Unlikely Conversations

Season 3 Now Available!

In season three of Unlikely Conversations, we are asking big questions about meaning, purpose, and the theology of Christian vocation. Tune in twice a month to hear conversations with theologians, church leaders, and clergy in the Collegeville Institute’s Communities of Calling Initiative.

Season 2

In its second season, each episode of the podcast centered on the subject of writing, faith, and justice with alumni guests from our writing workshops.

Season 1

In its first season, each episode of the podcast featured two participants in the Multi-Religious Fellows program at the Collegeville Institute.

I grew up Catholic in a fairly Irish neighborhood of St. Paul, Minnesota. My childhood years were full of renegade nuns teaching me to seek Jesus on the margins and study scripture in diverse communities. My parents held their breath as I headed to a Lutheran college. There, a Jewish Rabbi taught me the New Testament. A Lutheran Theologian taught me about the Holocaust and a Japanese monk taught me about Zen Buddhism. I fell in love with the discussions in those classrooms and never turned back. I went to a Lutheran seminary and got hired at a Lutheran church. I got myself invited to Iftar meals with Kenyan Muslims and Shabbat meals with my Orthodox Jewish friends in New York City. At those tables, my own faith was fed and nurtured by challenging dialogue.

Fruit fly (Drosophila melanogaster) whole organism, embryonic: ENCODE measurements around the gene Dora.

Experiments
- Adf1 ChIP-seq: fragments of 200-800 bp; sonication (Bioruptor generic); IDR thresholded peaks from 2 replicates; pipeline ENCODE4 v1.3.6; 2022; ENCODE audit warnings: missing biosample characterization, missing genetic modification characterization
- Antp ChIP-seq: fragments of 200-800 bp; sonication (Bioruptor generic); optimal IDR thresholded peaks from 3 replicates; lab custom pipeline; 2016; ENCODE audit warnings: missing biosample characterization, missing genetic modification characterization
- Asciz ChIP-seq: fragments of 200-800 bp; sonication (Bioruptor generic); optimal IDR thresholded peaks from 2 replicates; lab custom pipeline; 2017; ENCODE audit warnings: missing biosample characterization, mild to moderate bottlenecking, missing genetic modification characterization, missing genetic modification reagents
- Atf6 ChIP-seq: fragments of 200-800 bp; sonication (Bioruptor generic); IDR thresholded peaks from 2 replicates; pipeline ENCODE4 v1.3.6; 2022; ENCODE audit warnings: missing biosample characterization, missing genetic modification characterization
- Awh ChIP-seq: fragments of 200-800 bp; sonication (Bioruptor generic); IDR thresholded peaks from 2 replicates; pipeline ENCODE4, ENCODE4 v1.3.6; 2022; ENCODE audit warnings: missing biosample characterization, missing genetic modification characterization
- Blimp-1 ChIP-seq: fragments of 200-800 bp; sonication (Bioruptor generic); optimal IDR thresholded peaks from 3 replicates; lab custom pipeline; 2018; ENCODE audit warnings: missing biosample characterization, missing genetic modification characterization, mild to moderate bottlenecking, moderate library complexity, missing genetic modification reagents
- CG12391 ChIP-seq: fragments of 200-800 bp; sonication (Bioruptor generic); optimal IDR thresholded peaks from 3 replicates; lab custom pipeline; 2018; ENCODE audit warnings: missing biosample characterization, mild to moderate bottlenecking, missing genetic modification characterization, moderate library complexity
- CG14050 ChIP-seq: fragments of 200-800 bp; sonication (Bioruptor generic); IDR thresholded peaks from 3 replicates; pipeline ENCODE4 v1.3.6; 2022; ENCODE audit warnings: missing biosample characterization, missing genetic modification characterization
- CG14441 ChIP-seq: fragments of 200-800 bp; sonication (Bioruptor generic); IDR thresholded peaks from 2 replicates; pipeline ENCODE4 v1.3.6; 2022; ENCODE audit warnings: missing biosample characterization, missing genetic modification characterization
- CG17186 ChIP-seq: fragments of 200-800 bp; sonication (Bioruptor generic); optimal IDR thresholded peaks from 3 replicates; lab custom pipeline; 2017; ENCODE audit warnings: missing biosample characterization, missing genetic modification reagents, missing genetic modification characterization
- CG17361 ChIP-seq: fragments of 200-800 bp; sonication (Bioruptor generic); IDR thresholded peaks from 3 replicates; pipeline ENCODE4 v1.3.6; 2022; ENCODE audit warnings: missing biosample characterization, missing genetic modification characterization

This podcast is about those kinds of exchanges. It’s a podcast that explores civil discourse is a spiritual practice. Unlikely Conversations comes from the Collegeville Institute, a place where scholars, artists, writers, and faith leaders travel to study, write and worship across religious boundaries. 

In this first season, we get to listen to brilliant young, religious leaders from The Collegeville Institute’s Multi-Religious Fellows Program. This cohort is comprised of 2 Jews, 2 Muslims, 2 Hindus, 2 Buddhists 2 Catholics and one Lutheran. We asked the cohort members to pair up, take a moment apart from the group, and dig into all kinds of thorny topics ranging from sacred texts to money to hateful stereotypes to why we need relationships that extend beyond another interfaith breakfast. I hope these conversations feed your faith and cultivate your curiosity like they do mine.